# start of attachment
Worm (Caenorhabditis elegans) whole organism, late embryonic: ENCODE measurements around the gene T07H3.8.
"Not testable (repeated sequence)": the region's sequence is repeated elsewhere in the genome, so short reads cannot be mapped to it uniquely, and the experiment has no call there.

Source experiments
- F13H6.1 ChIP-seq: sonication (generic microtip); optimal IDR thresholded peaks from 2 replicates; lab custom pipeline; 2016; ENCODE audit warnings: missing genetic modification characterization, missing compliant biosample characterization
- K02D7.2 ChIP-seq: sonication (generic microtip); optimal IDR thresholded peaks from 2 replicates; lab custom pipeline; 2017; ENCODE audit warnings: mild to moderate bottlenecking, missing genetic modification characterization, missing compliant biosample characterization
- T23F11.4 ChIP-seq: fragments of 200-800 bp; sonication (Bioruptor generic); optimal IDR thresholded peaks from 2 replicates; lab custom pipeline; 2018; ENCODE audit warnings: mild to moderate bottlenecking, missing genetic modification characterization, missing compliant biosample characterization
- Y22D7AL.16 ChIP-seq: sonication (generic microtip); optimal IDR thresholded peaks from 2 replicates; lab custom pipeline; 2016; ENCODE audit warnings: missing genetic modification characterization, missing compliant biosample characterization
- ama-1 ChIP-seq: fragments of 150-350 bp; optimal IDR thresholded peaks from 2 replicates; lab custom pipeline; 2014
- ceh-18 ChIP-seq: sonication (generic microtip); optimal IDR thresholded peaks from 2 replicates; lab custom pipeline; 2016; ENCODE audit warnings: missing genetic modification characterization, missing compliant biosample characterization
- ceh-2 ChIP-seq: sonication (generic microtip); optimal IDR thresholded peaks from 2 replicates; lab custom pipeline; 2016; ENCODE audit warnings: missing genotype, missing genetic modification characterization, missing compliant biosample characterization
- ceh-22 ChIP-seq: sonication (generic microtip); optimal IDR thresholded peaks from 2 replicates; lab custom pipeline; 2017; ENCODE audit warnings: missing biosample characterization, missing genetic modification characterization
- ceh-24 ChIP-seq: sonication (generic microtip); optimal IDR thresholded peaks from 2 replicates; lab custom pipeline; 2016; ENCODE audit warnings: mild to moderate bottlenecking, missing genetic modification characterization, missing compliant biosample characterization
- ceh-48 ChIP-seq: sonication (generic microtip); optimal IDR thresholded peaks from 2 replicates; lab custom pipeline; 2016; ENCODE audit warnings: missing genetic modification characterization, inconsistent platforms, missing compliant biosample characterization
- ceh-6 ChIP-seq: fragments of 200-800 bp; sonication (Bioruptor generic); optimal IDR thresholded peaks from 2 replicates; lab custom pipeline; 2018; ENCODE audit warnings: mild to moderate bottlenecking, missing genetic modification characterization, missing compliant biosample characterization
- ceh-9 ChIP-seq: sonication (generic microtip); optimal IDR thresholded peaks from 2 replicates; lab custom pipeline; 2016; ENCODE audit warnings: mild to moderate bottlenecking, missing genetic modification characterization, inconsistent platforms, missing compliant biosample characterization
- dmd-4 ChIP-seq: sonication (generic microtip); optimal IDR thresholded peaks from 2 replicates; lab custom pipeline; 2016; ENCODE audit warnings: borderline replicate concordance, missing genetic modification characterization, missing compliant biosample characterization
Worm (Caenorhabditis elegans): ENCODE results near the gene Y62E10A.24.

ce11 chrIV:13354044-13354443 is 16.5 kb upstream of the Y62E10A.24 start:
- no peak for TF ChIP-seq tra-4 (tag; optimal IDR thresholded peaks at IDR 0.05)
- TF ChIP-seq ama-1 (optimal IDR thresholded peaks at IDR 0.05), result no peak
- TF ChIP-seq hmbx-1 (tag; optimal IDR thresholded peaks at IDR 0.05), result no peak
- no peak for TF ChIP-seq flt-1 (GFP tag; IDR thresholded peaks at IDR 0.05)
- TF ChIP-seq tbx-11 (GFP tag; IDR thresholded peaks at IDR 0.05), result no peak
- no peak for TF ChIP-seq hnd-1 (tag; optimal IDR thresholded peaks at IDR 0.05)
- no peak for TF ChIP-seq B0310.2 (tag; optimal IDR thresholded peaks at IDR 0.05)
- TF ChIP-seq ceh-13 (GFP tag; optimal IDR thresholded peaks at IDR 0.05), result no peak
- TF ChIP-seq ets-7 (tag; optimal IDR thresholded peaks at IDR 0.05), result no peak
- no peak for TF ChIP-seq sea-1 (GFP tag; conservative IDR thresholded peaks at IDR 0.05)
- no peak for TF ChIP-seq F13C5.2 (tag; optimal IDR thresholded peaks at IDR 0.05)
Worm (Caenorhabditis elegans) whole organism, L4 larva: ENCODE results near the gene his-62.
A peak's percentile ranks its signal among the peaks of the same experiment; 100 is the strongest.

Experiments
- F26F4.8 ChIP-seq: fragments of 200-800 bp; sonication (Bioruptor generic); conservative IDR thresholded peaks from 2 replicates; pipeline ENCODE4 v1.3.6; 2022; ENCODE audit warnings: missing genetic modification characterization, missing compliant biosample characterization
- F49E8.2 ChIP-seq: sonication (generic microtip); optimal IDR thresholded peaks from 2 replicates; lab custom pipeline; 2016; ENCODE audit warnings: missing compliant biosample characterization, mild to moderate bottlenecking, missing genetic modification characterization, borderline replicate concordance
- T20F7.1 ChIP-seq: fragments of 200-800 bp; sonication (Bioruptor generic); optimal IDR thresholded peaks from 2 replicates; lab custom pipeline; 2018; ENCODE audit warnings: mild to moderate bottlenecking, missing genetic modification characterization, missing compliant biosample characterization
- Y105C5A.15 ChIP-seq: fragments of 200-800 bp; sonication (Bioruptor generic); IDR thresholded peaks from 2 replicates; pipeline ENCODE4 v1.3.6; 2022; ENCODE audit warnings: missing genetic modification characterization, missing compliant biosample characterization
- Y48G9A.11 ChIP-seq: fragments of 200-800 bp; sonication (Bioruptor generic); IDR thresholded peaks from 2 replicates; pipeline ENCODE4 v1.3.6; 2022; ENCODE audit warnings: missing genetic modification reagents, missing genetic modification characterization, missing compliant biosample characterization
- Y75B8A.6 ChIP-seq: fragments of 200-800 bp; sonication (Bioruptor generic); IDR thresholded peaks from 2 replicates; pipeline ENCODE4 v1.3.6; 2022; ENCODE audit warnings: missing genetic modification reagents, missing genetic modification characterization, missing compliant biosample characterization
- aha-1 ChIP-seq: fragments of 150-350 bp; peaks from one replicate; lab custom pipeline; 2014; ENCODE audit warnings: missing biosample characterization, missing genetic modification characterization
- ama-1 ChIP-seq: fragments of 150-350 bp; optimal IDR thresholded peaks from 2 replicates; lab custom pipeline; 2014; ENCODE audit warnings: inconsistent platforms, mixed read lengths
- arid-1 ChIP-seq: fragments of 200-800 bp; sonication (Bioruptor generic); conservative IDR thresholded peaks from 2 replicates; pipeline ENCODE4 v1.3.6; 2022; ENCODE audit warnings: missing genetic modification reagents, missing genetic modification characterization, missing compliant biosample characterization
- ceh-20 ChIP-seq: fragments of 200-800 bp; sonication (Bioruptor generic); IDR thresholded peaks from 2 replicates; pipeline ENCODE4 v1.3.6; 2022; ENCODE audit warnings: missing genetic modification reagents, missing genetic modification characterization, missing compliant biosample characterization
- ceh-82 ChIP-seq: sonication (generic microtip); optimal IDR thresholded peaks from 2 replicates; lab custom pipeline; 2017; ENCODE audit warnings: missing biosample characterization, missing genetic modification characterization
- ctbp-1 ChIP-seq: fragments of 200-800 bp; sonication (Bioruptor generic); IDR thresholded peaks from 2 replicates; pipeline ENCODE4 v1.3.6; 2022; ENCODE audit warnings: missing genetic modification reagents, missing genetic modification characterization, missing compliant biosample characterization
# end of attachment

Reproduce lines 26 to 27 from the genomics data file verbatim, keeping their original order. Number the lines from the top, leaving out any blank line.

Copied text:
- TF ChIP-seq ceh-13 (GFP tag; optimal IDR thresholded peaks at IDR 0.05), result no peak
- TF ChIP-seq ets-7 (tag; optimal IDR thresholded peaks at IDR 0.05), result no peak